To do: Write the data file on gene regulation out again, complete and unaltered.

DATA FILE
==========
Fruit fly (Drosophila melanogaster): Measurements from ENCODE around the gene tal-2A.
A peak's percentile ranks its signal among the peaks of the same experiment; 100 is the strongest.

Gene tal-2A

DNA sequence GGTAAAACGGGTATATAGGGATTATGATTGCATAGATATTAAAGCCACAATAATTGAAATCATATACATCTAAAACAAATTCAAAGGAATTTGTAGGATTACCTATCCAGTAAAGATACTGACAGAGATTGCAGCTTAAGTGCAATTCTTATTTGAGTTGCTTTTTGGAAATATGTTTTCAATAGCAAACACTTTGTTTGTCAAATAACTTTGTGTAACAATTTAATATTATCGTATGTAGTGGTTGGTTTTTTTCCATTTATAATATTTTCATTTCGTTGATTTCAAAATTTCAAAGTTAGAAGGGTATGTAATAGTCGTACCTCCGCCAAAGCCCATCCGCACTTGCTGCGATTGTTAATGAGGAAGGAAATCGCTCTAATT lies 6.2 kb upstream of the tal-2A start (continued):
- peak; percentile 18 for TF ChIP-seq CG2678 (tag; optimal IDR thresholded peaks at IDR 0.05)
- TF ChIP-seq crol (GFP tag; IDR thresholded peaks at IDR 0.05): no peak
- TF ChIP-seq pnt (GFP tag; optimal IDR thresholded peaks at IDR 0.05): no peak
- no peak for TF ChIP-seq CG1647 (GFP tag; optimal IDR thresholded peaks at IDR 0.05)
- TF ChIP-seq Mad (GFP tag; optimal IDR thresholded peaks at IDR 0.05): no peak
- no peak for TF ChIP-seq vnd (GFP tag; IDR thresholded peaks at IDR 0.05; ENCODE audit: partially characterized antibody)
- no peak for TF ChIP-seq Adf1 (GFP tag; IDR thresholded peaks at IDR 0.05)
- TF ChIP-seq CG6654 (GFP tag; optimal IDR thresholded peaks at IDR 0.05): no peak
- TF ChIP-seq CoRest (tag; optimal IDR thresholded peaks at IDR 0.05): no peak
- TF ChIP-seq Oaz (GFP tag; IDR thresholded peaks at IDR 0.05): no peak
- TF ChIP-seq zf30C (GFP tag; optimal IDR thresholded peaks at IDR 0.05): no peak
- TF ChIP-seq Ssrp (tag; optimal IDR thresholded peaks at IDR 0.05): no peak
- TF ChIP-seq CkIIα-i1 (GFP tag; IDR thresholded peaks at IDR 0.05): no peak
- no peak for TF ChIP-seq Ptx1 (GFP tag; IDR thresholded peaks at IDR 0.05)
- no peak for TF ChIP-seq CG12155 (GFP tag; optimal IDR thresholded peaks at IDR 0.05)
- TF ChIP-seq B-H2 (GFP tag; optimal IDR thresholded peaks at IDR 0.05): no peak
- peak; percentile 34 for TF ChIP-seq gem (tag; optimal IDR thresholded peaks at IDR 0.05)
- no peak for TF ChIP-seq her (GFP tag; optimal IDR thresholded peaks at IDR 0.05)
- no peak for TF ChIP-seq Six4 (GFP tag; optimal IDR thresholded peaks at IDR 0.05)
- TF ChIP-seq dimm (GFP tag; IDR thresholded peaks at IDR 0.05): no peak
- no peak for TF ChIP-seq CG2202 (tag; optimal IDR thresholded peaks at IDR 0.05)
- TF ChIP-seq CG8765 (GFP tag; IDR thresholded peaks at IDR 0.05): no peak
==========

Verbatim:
Fruit fly (Drosophila melanogaster): Measurements from ENCODE around the gene tal-2A.
A peak's percentile ranks its signal among the peaks of the same experiment; 100 is the strongest.

Gene tal-2A

DNA sequence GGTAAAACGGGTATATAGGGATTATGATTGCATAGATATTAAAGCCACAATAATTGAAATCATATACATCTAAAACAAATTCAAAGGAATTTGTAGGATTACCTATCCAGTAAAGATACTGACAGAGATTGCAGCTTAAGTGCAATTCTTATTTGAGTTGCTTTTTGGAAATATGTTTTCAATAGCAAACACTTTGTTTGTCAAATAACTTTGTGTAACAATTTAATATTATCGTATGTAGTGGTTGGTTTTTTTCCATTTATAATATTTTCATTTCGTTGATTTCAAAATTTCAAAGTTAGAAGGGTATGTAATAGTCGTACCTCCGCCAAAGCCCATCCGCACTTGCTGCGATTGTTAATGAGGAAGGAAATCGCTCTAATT lies 6.2 kb upstream of the tal-2A start (continued):
- peak; percentile 18 for TF ChIP-seq CG2678 (tag; optimal IDR thresholded peaks at IDR 0.05)
- TF ChIP-seq crol (GFP tag; IDR thresholded peaks at IDR 0.05): no peak
- TF ChIP-seq pnt (GFP tag; optimal IDR thresholded peaks at IDR 0.05): no peak
- no peak for TF ChIP-seq CG1647 (GFP tag; optimal IDR thresholded peaks at IDR 0.05)
- TF ChIP-seq Mad (GFP tag; optimal IDR thresholded peaks at IDR 0.05): no peak
- no peak for TF ChIP-seq vnd (GFP tag; IDR thresholded peaks at IDR 0.05; ENCODE audit: partially characterized antibody)
- no peak for TF ChIP-seq Adf1 (GFP tag; IDR thresholded peaks at IDR 0.05)
- TF ChIP-seq CG6654 (GFP tag; optimal IDR thresholded peaks at IDR 0.05): no peak
- TF ChIP-seq CoRest (tag; optimal IDR thresholded peaks at IDR 0.05): no peak
- TF ChIP-seq Oaz (GFP tag; IDR thresholded peaks at IDR 0.05): no peak
- TF ChIP-seq zf30C (GFP tag; optimal IDR thresholded peaks at IDR 0.05): no peak
- TF ChIP-seq Ssrp (tag; optimal IDR thresholded peaks at IDR 0.05): no peak
- TF ChIP-seq CkIIα-i1 (GFP tag; IDR thresholded peaks at IDR 0.05): no peak
- no peak for TF ChIP-seq Ptx1 (GFP tag; IDR thresholded peaks at IDR 0.05)
- no peak for TF ChIP-seq CG12155 (GFP tag; optimal IDR thresholded peaks at IDR 0.05)
- TF ChIP-seq B-H2 (GFP tag; optimal IDR thresholded peaks at IDR 0.05): no peak
- peak; percentile 34 for TF ChIP-seq gem (tag; optimal IDR thresholded peaks at IDR 0.05)
- no peak for TF ChIP-seq her (GFP tag; optimal IDR thresholded peaks at IDR 0.05)
- no peak for TF ChIP-seq Six4 (GFP tag; optimal IDR thresholded peaks at IDR 0.05)
- TF ChIP-seq dimm (GFP tag; IDR thresholded peaks at IDR 0.05): no peak
- no peak for TF ChIP-seq CG2202 (tag; optimal IDR thresholded peaks at IDR 0.05)
- TF ChIP-seq CG8765 (GFP tag; IDR thresholded peaks at IDR 0.05): no peak